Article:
I truly believed I could create some perfect version of myself if I just focused and worked hard enough. I started by counting the calories of every single piece of food I put in my mouth. I was eating less than half of the daily recommended calories for my age and exercising intensely for multiple hours every day. The numbers on the scale dropped quickly, and though I was faint and unable to focus a lot of the time, that number was all that mattered to me. People, even mentors and role models, often told me how “amazing” I looked and asked me what my secret was. Looking back on this entire experience, that right there is what motivates me to be part of the solution to this problem. I was in the poorest health of my life, and was being applauded for it. I was just a kid who should have been out playing soccer with friends and focusing on the spelling bee, but instead I was living for this kind of feedback; it fueled me.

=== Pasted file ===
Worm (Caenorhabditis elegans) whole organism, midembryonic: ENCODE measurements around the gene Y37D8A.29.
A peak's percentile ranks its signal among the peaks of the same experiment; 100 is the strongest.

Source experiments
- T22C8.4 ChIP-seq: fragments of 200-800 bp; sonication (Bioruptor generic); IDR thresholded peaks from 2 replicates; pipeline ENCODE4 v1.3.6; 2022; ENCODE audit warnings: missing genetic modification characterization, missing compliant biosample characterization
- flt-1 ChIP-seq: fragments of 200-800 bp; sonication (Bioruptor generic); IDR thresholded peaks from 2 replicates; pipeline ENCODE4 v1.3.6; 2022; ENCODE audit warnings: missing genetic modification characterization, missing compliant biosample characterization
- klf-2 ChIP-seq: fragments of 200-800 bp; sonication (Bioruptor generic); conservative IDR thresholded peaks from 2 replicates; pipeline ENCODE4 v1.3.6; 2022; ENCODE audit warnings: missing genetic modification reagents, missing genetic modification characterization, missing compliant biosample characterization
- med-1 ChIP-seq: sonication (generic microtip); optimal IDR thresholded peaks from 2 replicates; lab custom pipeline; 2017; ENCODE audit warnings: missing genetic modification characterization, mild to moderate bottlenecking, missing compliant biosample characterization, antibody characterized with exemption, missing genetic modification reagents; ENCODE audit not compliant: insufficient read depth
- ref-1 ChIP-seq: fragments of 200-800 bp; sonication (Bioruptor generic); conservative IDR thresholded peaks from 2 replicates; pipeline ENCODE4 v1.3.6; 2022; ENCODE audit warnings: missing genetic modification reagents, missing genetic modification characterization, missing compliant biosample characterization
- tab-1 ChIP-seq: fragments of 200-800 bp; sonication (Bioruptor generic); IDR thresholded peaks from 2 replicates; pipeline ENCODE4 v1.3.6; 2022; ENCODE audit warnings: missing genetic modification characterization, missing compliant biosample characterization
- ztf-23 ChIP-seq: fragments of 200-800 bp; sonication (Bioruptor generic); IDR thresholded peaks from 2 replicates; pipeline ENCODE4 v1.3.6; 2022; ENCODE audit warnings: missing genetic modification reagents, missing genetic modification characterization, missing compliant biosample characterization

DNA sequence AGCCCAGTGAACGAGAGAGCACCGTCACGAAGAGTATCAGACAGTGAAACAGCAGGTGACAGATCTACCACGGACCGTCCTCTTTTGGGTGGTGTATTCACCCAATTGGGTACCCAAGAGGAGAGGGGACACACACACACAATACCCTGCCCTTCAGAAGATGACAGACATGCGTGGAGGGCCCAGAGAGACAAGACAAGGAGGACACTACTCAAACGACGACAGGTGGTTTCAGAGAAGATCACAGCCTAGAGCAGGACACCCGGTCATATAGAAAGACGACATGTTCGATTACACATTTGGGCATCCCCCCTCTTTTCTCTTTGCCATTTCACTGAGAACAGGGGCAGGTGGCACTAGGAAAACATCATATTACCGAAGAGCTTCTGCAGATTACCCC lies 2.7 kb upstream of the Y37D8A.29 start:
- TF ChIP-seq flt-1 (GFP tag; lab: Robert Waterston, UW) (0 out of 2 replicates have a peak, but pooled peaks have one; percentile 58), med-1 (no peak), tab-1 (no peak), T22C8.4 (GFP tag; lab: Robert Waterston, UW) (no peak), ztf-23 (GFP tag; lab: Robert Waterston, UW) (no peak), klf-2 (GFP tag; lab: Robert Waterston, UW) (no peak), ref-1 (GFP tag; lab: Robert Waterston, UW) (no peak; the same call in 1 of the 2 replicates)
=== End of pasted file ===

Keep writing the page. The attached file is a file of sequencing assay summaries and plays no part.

I became more extreme with my eating habits, and started to fear eating anything at all. Over the next seven years I became fixated on my weight, and I continued to feel anxious and guilty about eating.  I exercised as much as I could and started learning to restrict certain foods from my diet. This way of living and eating was not sustainable, and when I “gave in” and ate a “bad food,” I felt extreme guilt. This guilt and shame continued to lead me down the destructive road of disordered eating. When I was about sixteen, I developed bulimia. The only way I knew how to deal with my anxiety and negative emotions was to shove them deep down inside myself and pretend like everything was fine… Which never works; those feelings always find an outlet. I remember feeling so worthless throughout those years, always thinking that I deserved every bit of the pain I was feeling. But that couldn’t have been farther from the truth!